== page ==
A WATER company is helping keep the UK’s lights shining by getting super smart with its own power use in Bolton.
United Utilities is the first company in the North West and the first water firm in the country to sign-up for ‘Dynamic Demand’ – an innovative quick-fire way of switching power-hungry equipment off and on in response to changes in electricity supply and demand nationally.
The system acts like a “virtual power station”, allowing National Grid to even out temporary peaks and troughs in demand instead of turning power stations up and down.
A smart box installed at United Utilities’ wastewater treatment plant at Bolton allows the process equipment to “talk” to the grid.
Motors and pumps can be turned on and off in seconds in response to variations in power frequency.
Andy Pennick, energy manager at United Utilities, said: “Water and wastewater treatment is a really energy intensive process — power is one of our biggest operating costs — so we’re looking both inside and outside our business to see how we can work smarter. That means using less power and being willing to be flexible in the way we use that power.”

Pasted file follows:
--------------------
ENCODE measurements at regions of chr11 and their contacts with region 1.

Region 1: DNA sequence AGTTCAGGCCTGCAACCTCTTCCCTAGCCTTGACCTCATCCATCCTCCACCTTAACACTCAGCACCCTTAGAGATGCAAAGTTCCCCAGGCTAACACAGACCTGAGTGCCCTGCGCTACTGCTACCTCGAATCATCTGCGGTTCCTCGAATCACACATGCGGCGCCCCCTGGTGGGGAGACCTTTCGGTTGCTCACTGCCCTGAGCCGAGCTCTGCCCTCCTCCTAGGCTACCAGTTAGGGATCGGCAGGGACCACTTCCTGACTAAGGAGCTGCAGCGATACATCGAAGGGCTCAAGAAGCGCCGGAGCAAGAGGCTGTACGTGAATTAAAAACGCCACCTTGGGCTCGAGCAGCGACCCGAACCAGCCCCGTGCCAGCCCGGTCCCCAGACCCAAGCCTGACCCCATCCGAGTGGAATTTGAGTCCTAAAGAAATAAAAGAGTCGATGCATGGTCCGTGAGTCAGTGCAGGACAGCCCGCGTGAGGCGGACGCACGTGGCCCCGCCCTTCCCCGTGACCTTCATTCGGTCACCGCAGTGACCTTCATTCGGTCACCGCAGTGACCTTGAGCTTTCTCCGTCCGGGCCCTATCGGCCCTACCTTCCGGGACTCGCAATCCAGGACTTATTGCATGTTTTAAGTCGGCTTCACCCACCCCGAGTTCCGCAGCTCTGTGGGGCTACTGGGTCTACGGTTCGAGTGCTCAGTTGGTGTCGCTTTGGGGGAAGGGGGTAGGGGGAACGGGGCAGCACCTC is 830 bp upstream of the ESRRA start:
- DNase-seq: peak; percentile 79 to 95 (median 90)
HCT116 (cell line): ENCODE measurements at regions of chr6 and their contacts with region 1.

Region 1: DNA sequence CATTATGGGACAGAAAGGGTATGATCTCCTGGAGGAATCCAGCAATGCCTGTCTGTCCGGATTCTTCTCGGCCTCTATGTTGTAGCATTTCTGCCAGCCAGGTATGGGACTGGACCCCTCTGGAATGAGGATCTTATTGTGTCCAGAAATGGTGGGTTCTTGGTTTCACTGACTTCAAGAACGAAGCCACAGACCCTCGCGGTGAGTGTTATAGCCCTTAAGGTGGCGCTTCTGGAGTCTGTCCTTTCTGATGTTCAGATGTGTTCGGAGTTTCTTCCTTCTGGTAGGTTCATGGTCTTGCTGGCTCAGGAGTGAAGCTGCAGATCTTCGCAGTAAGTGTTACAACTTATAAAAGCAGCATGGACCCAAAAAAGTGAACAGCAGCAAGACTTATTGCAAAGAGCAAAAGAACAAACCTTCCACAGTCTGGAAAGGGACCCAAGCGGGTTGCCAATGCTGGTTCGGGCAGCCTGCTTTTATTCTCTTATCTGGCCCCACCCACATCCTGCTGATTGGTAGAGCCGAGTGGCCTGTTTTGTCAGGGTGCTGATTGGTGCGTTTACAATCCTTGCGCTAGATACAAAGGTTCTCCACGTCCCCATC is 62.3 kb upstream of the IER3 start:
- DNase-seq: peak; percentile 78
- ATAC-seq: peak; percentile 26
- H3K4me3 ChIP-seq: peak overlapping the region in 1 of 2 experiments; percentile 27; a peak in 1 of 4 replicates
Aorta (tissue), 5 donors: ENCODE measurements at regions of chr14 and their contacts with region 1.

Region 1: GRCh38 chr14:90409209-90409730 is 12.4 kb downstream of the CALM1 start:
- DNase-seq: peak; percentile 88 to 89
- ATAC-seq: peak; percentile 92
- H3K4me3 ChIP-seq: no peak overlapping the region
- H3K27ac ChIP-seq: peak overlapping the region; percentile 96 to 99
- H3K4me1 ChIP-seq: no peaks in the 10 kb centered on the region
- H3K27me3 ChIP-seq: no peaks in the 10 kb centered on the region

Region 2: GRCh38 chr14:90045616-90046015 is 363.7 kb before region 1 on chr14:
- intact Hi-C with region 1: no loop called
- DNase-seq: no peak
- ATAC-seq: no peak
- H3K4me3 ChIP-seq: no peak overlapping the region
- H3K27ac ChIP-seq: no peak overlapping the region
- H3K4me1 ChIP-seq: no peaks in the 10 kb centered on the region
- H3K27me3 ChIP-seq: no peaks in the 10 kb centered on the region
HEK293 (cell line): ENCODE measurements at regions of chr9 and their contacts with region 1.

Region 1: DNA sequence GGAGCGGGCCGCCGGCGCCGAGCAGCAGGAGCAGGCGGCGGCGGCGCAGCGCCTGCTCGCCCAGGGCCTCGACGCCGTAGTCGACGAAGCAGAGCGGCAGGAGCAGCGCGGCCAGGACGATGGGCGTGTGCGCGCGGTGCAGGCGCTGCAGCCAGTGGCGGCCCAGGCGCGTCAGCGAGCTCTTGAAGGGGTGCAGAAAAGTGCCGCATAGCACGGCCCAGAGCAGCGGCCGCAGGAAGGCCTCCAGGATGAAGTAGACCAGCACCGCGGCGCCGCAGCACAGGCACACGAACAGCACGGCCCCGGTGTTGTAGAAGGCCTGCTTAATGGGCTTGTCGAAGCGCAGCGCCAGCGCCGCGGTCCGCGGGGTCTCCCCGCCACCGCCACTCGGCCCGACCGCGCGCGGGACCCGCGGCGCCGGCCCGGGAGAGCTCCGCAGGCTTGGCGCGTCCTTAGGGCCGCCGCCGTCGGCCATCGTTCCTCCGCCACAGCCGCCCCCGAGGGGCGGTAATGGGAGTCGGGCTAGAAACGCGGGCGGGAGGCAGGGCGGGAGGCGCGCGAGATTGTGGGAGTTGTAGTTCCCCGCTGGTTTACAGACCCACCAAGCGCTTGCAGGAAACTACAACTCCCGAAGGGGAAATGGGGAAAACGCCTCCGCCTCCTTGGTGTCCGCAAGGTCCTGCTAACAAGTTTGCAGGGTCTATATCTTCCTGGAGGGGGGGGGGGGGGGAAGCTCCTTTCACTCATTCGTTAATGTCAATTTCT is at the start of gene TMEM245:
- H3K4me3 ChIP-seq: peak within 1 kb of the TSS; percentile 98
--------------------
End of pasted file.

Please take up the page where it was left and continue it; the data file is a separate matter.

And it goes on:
Traditionally generation has been adjusted, minute by minute, to meet demand for power, with gas fired power stations kicking in whenever there was a surge in demand. From next year some of gas fired power stations will be decommissioned and the UK is increasingly moving towards intermittent renewable energy like wind farms.
Dynamic Demand adjusts demand to meet the power available.
Large energy users, like water companies, can identify which items of equipment are not time-sensitive in their operation. This equipment can then respond within agreed parameters to provide a service to National Grid.
Mr Pennick said: “In effect, we’ve become like a virtual power station. When everyone gets up after watching the Great British Bake Off to switch the kettle on, some of our pumps go off automatically to free up the power. That might only be for a few minutes, then they can restart again. We have a lot of tanks and water storage within our processes, so we can be flexible about precisely when we use our pumps. The lower operating costs are good news for our customers.”
Open Energi is the company behind ‘Dynamic Demand’ and it predicts the UK value of the demand balancing market for large energy users will be about £1 billion by the year 2020.